Archives for posts with tag: fullerton city council
060220 ADM Hunt Branch Library Proposal

The proposal being recommended to the City Council.

Matthew Leslie

The Fullerton City Council is scheduled to consider proposals for programming in the closed Hunt Branch Library during it’s regular meeting on June 2. Eight different organizations responded to a Request for Proposals issued last November by the city to solicit programming proposals for the site. A five member panel that included members of the Library Ad Hoc Committee reviewed the proposals following direction by the council in March. The highest ranked proposal came from Heritage Future in partnership with Arts Orange County. The council is being asked to approve staff engaging with the Heritage Future/Arts OC.

Eight responses were received to the city’s Request for Proposals, issued in November, 2019.

Arts OC is a non-profit arts advocacy group founded twenty years ago at a time when such an organization was lacking in the county. Every major, and most minor, arts organization in OC is a member of the group, which advocates for arts funding and support and provides organizational and other services to both local governments and constituent members. For many years they have managed the Imagination Celebration in Orange County. Heritage Future was founded by Kevin Staniec, a writer, publisher, and arts impresario who founded and directs the 1888 literary space in Orange and has organized exhibitions for the City of Irvine’s Great Park gallery for many years and previously worked for the Muckenthaler Cultural Center.

The joint proposal envisions utilizing the historic Hunt Branch Library as an arts and literary presentation and educational space. Staniec would serve as the program team leader, while Arts OC would help to conceive, plan, and implement programs for the space and grounds. The proposal also includes architect Robert Young, who would presumably direct use of $2.5 million in state funding for renovations and restoration of the building.

What oversight the Library Board of Trustees will have of the project is unclear, but the state grant requires that the site retain some aspect of library use.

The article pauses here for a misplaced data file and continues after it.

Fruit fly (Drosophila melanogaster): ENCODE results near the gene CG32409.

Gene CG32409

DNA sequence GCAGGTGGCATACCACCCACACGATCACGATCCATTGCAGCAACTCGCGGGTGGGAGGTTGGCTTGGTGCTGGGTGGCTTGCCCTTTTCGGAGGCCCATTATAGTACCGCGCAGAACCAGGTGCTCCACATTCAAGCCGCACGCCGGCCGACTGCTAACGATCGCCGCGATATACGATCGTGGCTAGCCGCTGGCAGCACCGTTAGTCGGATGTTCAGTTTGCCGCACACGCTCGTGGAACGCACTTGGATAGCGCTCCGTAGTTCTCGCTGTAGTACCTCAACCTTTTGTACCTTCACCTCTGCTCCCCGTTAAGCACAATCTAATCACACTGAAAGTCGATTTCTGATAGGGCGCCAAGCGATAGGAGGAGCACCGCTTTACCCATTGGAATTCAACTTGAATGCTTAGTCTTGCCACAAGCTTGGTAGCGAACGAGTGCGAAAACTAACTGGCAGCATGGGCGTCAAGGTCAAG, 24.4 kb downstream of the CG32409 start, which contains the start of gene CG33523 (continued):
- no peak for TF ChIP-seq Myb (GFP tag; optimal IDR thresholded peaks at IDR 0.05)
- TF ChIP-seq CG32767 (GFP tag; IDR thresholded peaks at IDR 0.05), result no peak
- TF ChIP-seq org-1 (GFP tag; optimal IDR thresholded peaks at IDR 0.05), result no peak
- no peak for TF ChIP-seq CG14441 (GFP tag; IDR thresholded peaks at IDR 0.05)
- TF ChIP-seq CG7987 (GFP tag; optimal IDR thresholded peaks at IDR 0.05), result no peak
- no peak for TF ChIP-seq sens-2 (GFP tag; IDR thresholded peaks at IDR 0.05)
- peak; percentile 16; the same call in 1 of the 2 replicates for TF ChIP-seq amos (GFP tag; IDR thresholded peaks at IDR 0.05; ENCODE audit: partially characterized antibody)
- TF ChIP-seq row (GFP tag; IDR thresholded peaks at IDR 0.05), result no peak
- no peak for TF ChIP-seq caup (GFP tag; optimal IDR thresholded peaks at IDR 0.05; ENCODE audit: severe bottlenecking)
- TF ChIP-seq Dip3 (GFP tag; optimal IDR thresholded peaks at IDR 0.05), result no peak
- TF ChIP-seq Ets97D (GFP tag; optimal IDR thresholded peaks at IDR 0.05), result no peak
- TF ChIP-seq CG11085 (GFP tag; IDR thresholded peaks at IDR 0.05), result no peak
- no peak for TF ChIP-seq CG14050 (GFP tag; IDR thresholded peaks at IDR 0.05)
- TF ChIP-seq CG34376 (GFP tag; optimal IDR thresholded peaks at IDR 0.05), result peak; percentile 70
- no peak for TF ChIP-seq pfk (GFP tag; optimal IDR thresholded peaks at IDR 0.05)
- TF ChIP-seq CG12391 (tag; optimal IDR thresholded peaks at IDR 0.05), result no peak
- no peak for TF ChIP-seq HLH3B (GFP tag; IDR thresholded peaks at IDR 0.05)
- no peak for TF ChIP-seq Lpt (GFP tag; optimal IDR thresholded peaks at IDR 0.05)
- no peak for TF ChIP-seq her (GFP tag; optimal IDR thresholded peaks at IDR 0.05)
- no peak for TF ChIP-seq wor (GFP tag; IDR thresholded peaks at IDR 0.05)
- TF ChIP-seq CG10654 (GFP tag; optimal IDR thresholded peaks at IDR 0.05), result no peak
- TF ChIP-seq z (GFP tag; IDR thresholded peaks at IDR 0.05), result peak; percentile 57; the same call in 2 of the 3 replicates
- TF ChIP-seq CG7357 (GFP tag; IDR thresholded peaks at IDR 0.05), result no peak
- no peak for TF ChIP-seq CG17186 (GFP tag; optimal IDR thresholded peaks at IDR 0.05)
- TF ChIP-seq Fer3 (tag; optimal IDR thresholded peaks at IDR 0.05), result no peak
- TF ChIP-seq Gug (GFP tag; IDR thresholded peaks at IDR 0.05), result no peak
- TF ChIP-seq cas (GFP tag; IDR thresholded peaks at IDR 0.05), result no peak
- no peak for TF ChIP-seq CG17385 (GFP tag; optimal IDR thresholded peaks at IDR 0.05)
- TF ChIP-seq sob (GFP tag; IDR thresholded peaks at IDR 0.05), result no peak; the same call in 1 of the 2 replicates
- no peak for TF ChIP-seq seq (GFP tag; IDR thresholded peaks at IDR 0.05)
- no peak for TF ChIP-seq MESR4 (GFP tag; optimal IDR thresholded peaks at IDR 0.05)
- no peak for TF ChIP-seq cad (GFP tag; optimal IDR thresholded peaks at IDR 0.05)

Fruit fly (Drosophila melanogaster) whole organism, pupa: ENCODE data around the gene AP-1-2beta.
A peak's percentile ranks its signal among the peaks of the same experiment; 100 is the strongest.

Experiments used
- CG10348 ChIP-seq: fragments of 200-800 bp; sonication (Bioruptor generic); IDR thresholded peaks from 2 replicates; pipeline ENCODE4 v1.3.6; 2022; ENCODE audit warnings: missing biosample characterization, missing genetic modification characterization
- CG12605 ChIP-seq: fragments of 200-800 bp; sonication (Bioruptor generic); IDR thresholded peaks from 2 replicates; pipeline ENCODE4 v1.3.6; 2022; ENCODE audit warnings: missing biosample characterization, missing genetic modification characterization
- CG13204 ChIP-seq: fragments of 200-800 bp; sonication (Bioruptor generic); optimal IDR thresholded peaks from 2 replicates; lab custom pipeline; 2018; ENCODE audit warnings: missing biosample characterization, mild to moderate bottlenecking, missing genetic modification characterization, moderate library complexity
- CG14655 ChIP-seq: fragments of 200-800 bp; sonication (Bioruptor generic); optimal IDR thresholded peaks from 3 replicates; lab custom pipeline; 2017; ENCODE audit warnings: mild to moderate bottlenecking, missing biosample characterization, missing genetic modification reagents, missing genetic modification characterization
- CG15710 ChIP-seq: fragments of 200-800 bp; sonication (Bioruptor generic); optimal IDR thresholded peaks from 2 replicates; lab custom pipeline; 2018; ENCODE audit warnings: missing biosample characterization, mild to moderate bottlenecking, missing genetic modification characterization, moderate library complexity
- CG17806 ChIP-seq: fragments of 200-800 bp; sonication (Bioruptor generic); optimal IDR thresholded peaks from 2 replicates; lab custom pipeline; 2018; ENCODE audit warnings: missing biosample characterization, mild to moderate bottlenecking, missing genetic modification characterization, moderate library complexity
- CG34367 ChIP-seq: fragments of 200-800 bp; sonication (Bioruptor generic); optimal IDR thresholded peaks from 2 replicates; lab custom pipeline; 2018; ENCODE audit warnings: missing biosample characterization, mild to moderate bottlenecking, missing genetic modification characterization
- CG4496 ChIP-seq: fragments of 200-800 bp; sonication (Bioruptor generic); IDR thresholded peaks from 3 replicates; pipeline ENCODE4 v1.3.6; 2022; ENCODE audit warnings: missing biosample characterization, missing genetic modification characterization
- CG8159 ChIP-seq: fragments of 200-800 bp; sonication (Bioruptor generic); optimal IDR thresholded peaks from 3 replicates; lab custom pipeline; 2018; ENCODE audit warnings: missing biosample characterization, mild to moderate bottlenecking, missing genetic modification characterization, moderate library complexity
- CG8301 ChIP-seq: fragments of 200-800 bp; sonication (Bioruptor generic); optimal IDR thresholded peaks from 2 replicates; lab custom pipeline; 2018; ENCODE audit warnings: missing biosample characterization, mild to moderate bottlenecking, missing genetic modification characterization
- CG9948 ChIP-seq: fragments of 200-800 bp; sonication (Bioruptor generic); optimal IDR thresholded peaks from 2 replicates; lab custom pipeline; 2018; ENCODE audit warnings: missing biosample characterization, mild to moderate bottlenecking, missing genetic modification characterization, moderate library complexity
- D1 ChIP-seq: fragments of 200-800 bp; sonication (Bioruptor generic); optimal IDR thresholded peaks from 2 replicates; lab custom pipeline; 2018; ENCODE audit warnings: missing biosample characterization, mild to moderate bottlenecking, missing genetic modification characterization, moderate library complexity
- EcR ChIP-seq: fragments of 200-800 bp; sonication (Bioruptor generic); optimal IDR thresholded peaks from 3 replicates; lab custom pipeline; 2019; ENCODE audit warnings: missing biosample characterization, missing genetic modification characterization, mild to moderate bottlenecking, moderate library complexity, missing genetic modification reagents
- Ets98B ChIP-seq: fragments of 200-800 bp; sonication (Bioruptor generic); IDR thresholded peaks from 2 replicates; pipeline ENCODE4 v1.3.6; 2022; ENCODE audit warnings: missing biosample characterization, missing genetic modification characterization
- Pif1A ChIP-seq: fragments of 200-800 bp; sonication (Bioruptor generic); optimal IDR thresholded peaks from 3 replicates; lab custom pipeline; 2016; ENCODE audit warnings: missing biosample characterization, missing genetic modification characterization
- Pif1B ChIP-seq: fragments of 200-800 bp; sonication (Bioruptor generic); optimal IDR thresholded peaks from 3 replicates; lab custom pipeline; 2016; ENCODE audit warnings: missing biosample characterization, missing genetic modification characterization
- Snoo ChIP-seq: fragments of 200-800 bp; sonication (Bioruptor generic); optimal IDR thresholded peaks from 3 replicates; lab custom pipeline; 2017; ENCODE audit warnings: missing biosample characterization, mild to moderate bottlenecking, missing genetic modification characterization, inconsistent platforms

The library’s tenant, Grace Mission University, also submitted a proposal to utilized the site, scoring at number 5 of the 8 submitted proposals. The next to highest score was received for a proposal called Hunt Library Gardens, but no other information about it is provided in the agenda report, nor were proposals submitted by Access California, Arborland (who operate a private school in Amerige Heights), Faruk Zia & Associates, OCHCC, or Bonnie Hall.

Matthew Leslie

Last night the City of Fullerton sent an email notice of a Special City Council Meeting to be held tonight, Thursday, March 26, along with instructions for how to access the meeting online and how to submit comments on agenda items. PUBLIC COMMENTS MUST BE RECEIVED BY 5:00 P.M., TODAY IN ORDER TO BE READ AT THE MEETING. You cannot attend this meeting in person.

I have reproduced the instructions sent by the City below, including the appropriate links to the agenda and instructions on submitting comments.

City of Fullerton

We’ve posted the latest City Council Special Meeting Agenda on our website.  Follow this link to view the agendaand related materials: www.cityoffullerton.com/agendas.

PUBLIC PARTICIPATION: Pursuant to Executive Order N-29-20 and given the current health concerns, members of the public can access meetings streamed live online at https://fullerton.legistar.com, on Spectrum Cable Channel 3 and AT&T U-Verse Channel 99.  Members of the public may not attend the meeting in person.

In addition, members of the public can submit comments electronically for City Council consideration by clicking on the eComment link accompanying the agenda posted online at https://fullerton.legistar.com until the close of the public comment period for the item.

The public can also email comments to cityclerksoffice@cityoffullerton.com with the subject line “PUBLIC COMMENT ITEM #” (insert the item number relevant to your comment) or “PUBLIC COMMENT NON-AGENDA ITEM”.  Staff will read aloud comments received by 5:00 p.m. during the applicable agenda item at the meeting, provided that such comments may be read within the normal three minutes allotted to each speaker.  Any portion of your comment extending past three minutes may not be read aloud due to time restrictions.  Staff will not read email comments received after 5:00 p.m. at the meeting but the official record will include email comments received after 5:00 p.m. until the close of the meeting.  Contact the City Clerk’s office at cityclerksoffice@cityoffullerton.com or (714)-738-6355 with any questions.